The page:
JtA: Post-war US policy towards the Middle East has often been far more insipid than the events describes in the book.
I think a crucial component in this regard is the introduction of oil into the equation. Considering oil is the life blood of our economy and the military industrial complex that enforces and protects it...it is clear that control of Oil is of absolute importance. This importance exceeds any stated moral, legal or ideological values and becomes a justifier of the terrific injustice and, as you state, insipid
Actually, it has intensified the stupidity of the players: blinding them to options and alternatives that might serve them better, if they were willing to lessen their dependecy upon Crude.
A useful guide to this ugly and dangerous history of US foreign policy in the Middle East is Stephen Shalom's Middle East Timeline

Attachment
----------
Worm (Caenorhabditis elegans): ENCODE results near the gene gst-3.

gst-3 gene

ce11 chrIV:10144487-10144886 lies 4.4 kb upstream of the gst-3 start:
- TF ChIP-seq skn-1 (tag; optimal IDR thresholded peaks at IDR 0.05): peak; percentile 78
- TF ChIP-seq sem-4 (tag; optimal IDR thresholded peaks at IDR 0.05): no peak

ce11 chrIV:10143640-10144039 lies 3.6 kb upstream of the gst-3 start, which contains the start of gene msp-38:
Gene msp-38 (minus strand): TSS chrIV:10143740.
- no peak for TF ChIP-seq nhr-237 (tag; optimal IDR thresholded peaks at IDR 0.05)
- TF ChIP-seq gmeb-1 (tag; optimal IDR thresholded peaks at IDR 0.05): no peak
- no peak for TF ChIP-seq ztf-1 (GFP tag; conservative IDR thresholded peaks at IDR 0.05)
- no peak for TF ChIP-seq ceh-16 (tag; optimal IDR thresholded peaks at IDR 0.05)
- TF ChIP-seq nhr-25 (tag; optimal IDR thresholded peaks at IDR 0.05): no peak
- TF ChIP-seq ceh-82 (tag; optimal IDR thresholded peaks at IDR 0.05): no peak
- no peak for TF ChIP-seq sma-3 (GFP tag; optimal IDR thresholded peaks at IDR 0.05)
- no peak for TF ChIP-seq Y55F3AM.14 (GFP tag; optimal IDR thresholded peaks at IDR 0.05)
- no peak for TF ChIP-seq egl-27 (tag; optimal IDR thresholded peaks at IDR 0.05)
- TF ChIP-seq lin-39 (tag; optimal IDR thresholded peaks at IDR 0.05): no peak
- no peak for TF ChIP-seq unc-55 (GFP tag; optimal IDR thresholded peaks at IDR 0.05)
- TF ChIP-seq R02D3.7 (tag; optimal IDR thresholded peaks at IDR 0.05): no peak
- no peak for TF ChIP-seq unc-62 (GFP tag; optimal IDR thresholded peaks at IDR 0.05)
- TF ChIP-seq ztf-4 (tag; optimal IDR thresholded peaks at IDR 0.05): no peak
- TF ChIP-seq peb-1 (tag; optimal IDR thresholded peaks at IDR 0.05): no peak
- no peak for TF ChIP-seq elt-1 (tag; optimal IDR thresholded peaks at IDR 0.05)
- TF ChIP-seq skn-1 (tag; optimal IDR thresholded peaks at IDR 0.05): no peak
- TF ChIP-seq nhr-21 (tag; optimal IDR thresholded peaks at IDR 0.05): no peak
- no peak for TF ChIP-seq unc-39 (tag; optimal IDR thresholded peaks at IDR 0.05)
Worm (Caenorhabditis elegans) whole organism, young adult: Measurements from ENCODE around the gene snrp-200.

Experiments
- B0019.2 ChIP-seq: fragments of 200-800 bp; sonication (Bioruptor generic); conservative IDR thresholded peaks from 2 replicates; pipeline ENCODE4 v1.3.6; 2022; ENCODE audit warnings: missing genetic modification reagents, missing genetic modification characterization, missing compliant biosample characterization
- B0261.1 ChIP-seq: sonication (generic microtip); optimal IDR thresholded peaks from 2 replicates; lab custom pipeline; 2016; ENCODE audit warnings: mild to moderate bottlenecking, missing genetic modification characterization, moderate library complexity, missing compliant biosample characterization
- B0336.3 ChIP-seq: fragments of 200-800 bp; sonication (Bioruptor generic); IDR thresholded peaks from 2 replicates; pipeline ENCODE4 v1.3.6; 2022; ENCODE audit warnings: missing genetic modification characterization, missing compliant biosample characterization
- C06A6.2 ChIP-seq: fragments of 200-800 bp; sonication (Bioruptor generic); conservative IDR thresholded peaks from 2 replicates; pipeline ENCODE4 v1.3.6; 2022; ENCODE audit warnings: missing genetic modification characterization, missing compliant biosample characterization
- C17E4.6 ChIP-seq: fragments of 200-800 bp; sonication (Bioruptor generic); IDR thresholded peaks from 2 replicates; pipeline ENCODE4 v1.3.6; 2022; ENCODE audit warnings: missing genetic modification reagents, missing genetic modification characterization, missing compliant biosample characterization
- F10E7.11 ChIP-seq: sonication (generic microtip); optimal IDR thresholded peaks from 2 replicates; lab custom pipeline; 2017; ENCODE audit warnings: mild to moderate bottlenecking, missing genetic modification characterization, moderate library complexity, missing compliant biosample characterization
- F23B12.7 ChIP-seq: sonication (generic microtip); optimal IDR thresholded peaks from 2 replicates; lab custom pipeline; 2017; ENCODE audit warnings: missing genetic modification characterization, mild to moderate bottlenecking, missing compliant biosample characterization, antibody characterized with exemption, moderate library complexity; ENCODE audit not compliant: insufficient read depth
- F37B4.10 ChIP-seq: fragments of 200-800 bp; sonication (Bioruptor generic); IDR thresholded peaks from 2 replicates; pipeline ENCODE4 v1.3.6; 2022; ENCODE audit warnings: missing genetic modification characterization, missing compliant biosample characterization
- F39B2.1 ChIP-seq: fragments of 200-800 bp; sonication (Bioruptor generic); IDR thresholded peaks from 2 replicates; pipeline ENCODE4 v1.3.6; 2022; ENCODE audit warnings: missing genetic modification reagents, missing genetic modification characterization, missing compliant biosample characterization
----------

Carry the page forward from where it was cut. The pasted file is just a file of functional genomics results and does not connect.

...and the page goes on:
JtA: In both of those cases, the US should have been better informed and capable of seeing the negative consequences of their decisions.
I think an important part of this involves the goal (US Hegemony of Energy Resources) in the region; thus even if the intelligence was spot-on, the goal would blind policy makers to some pieces, overaccentuate others, and outright fabricate information when needed.
It seems as though as long as control of energy resources was maintained, any
decision was/is appropriate.